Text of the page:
My colleague Sherif Malak has been munching his way through the subject of cookies. We hope you'll find this helpful!
If you’ve sorted through the flurry of guidance and commentary thrown up over the last couple of weeks concerning the UK’s implementation of the changes to the e-Privacy Directive, you would be forgiven for feeling slightly bewildered. As a certain fuzzy blue Sesame Street character might say, “it’s all about the cookie.” The exact type being a small file that is sent to and stored on a user’s terminal (normally through their internet browser) when they access a website. The information in the cookie can then later be read by the website server.
These online cookies, like their culinary counterparts, come in a variety of flavours – temporary, persistent, third party - and carry out a variety of different functions – verification, authentication, analytics, behavioural tracking. The new rules apply to all of them and the UK’s implementation of the amendments to the EU e-Privacy directive, which recently came into effect on 26 May 2011, has already been met with a great deal of controversy. So what are the new rules, why such controversy and where do website providers stand in light of them?
The new rules change the previous ‘informed opt-out’ arrangement to an ‘informed opt-in’ regime i.e. except for cookies that are “strictly necessary” for the service requested by a user, web site providers must obtain users’ consent whenever they wish to store or access cookies on their machines.
But what is consent? The operative provisions are quite ambiguous, in part because the European Parliament, only managed to get wording that consent was neither ‘explicit’ nor ‘prior consent’ into the recitals and not the operative provisions of the Directive. The situation wasn’t helped by the Article 29 Working Party’s view advocating prior, specific, informed opt-in based consent.
In its implementation, the UK Government has included part of the recitals to the Directive, the infamous ‘Recital 66’, in the operative provisions of the implementing Regulations which, under 3A state that “consent may be signified by a subscriber who amends or sets controls on the internet browser.” But hopes that website providers could rely on users’ browser preferences were dashed when DCMS announced in its April open letter that current browser settings would be unlikely to be sufficient to provide consent as things stand. Whilst the Government will be looking to work with browser manufacturers in the near future to improve their privacy settings so that providers can rely on such settings, in the meantime consent has to be sought in some other manner. The DCMS made clear however, that where consent for cookies is concerned, the Directive does not use the word ‘prior’ did not “preclude a regulatory approach that recognises that in certain circumstances it is impracticable to obtain consent prior to processing.”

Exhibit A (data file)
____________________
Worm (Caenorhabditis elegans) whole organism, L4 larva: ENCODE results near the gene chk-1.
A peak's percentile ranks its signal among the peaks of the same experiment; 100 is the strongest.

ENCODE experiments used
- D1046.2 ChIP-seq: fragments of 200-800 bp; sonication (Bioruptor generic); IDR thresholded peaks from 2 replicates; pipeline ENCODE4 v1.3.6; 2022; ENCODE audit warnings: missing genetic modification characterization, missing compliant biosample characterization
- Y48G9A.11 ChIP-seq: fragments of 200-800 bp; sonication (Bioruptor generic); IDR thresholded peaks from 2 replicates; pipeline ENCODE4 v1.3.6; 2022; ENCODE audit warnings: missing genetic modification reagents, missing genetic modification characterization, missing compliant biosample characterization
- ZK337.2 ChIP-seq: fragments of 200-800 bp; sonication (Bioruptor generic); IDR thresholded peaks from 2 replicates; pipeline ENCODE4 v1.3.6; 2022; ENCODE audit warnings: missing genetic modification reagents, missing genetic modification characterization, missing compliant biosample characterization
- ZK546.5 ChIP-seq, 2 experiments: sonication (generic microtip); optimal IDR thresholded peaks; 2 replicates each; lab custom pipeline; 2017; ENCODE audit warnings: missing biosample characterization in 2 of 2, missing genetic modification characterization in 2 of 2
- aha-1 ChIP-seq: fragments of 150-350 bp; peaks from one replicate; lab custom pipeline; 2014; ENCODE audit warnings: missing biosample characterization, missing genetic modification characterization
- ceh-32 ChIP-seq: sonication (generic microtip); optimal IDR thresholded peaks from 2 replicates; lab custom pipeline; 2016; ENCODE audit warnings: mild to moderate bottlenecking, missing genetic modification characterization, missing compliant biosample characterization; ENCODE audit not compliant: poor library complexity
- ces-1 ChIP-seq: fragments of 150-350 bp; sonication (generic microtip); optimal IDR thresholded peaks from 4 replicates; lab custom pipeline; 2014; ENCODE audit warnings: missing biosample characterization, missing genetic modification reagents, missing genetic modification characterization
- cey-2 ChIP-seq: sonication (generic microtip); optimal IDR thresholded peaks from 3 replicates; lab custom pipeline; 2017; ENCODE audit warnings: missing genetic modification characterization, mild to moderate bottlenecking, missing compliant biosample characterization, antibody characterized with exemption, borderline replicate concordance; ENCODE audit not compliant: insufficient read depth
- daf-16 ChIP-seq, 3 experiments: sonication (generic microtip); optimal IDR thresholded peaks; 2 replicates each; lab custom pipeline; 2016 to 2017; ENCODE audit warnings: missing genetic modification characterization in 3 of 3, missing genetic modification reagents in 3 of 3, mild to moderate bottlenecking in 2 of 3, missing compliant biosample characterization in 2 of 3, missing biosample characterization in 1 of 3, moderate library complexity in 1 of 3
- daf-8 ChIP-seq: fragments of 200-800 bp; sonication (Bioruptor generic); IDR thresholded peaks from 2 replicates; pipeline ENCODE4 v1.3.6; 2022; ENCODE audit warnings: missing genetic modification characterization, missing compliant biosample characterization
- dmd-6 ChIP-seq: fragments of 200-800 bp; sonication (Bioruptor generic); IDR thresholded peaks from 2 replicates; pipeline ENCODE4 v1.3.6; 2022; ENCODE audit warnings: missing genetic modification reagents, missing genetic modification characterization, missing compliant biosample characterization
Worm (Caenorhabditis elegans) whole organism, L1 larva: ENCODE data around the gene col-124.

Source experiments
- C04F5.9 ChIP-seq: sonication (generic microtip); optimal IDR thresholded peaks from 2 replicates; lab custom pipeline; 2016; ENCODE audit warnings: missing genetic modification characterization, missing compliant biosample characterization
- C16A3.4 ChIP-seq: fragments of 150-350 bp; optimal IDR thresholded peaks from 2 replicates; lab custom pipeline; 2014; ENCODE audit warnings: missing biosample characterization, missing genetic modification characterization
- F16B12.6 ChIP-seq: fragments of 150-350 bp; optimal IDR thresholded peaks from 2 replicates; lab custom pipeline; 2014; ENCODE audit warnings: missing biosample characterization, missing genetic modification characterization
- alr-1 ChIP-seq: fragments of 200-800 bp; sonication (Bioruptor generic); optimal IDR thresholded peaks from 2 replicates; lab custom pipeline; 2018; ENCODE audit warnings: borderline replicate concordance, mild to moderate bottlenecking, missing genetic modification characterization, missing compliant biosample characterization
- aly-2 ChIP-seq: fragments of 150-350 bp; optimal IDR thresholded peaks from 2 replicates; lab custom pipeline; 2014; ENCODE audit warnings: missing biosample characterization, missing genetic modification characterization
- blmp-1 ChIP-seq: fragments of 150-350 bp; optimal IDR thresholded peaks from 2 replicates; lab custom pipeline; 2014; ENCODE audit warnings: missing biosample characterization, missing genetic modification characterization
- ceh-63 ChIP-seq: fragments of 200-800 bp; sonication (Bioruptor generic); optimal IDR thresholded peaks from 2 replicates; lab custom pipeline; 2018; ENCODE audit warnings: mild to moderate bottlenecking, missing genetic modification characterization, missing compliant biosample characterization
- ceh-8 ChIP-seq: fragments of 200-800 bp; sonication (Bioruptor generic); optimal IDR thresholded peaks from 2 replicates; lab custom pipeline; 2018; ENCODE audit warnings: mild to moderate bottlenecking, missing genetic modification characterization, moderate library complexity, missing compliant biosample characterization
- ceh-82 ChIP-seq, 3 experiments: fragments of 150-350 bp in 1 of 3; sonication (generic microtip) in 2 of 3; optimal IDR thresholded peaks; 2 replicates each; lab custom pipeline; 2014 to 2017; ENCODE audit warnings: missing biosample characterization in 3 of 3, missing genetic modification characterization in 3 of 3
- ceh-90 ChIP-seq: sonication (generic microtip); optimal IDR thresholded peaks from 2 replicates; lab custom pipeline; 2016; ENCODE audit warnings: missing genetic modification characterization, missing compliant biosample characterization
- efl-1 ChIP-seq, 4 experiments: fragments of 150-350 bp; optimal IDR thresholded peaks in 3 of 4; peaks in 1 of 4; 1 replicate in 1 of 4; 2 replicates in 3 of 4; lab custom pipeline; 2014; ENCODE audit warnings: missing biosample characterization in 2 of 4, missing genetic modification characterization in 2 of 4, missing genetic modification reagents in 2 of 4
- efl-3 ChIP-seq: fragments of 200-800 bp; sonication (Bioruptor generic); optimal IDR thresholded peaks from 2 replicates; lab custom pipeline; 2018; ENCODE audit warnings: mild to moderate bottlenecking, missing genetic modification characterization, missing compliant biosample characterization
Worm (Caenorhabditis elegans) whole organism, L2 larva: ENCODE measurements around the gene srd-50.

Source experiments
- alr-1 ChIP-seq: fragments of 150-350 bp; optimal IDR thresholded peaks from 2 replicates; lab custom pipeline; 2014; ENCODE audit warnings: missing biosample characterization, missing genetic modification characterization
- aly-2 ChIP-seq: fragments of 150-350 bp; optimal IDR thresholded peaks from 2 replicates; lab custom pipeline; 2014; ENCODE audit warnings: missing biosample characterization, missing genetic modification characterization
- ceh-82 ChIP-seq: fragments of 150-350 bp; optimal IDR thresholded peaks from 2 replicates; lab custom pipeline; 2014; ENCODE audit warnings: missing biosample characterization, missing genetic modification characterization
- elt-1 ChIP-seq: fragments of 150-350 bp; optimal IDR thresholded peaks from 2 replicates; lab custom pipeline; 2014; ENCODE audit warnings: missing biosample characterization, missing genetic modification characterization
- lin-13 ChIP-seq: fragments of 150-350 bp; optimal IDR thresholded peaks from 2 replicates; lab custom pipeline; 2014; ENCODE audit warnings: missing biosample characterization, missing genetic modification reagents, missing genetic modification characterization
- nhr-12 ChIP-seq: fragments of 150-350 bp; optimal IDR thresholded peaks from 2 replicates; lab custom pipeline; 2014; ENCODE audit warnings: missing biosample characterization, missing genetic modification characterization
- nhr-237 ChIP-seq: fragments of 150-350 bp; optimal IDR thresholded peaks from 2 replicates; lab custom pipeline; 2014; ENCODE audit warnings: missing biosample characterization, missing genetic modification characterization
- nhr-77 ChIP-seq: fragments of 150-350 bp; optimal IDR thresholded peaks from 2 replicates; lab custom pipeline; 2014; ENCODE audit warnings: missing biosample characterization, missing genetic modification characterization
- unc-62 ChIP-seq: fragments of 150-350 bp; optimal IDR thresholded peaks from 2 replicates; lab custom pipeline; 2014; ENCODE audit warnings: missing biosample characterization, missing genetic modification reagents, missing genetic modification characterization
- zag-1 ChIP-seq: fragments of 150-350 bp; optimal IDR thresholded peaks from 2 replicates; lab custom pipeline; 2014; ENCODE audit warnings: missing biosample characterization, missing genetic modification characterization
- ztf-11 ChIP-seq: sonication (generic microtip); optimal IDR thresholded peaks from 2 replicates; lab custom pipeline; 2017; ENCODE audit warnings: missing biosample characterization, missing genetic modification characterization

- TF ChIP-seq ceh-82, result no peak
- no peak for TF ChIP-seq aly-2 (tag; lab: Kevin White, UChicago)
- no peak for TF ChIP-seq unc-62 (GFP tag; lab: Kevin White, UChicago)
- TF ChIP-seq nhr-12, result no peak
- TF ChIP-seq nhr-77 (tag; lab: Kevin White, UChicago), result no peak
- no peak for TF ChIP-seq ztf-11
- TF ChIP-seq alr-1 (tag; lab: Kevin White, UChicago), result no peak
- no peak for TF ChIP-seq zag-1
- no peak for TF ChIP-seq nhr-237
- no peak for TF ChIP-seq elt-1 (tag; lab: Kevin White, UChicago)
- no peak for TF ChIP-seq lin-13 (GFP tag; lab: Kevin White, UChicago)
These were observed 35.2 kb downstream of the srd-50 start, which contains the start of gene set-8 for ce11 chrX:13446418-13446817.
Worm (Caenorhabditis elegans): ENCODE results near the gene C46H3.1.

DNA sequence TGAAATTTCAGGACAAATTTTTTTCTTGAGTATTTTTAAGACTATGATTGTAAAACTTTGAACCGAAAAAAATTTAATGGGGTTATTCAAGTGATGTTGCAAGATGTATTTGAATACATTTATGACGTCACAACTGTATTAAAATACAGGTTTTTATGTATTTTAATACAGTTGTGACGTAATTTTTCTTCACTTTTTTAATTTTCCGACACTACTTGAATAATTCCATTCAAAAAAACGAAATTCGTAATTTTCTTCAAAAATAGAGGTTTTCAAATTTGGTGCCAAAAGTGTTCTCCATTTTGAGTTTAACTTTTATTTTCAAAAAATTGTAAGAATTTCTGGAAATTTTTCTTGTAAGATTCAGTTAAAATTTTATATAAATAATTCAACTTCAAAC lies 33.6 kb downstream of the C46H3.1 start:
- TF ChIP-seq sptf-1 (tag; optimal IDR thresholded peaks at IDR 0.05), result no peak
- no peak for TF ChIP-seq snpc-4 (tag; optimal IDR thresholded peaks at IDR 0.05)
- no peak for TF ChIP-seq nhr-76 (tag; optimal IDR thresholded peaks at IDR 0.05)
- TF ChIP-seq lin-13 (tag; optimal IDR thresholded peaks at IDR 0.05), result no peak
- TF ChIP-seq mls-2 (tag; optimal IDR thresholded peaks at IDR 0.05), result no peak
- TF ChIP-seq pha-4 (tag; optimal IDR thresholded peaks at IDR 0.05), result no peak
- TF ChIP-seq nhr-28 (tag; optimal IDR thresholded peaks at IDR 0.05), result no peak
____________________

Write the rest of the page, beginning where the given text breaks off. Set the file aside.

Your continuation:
So where does that leave things? Cue the ICO with new guidance and on the eve before the Regulations take effect, the somewhat inelegant implementation of the rules for its own website leaving website developers shivering at the thought of having to use pop up consent boxes that ominously state “One of the cookies we use is essential for parts of the site to operate and has already been set.”
I won’t go through the ICO guidance here as it is clearly written, however it does leave many questions unanswered, including what providers should do where third party cookies are concerned. And what of cookies originally set as a first party cookie but subsequently read in a third party context? Cookies that are highly privacy intrusive cookies are likely to need prior consent but what exactly is needed for cookies that aren’t strictly necessary but are not privacy intrusive? Where prior consent may not be needed, is prominent notice enough?
Despite this ambiguity , I don’t think all this should be too much cause for concern at the moment. The ICO has made clear that it will provide organisations with a grace period of 1 year to comply with the new rules. Although they must show that they are “taking steps” to comply, the aesthetically displeasing ICO implementation surely indicates that the solution to obtaining consent for cookies is one that lies with the underlying browsing technology, whether that be “browsers” as we know them today or the soon to be commonplace ‘in-App’ browsing functionality on smartphones. Older browsers might require a separate approach but as web developers adopt new technology, such as HTML5, such exceptions will become far less of a problem. Indeed, Google has already announced that it will phasing out support for older browsers from 1 August.
Although what the new rules require may still be a little grey, one thing is quite clear: software developers are now on notice – technology is a clear favourite to this legal ‘problem’. Cookie settings must be built into code and in anticipation of clear demand for such features, there’s no reason why this new breed of software won’t be with us by the time the ICO grace period expires.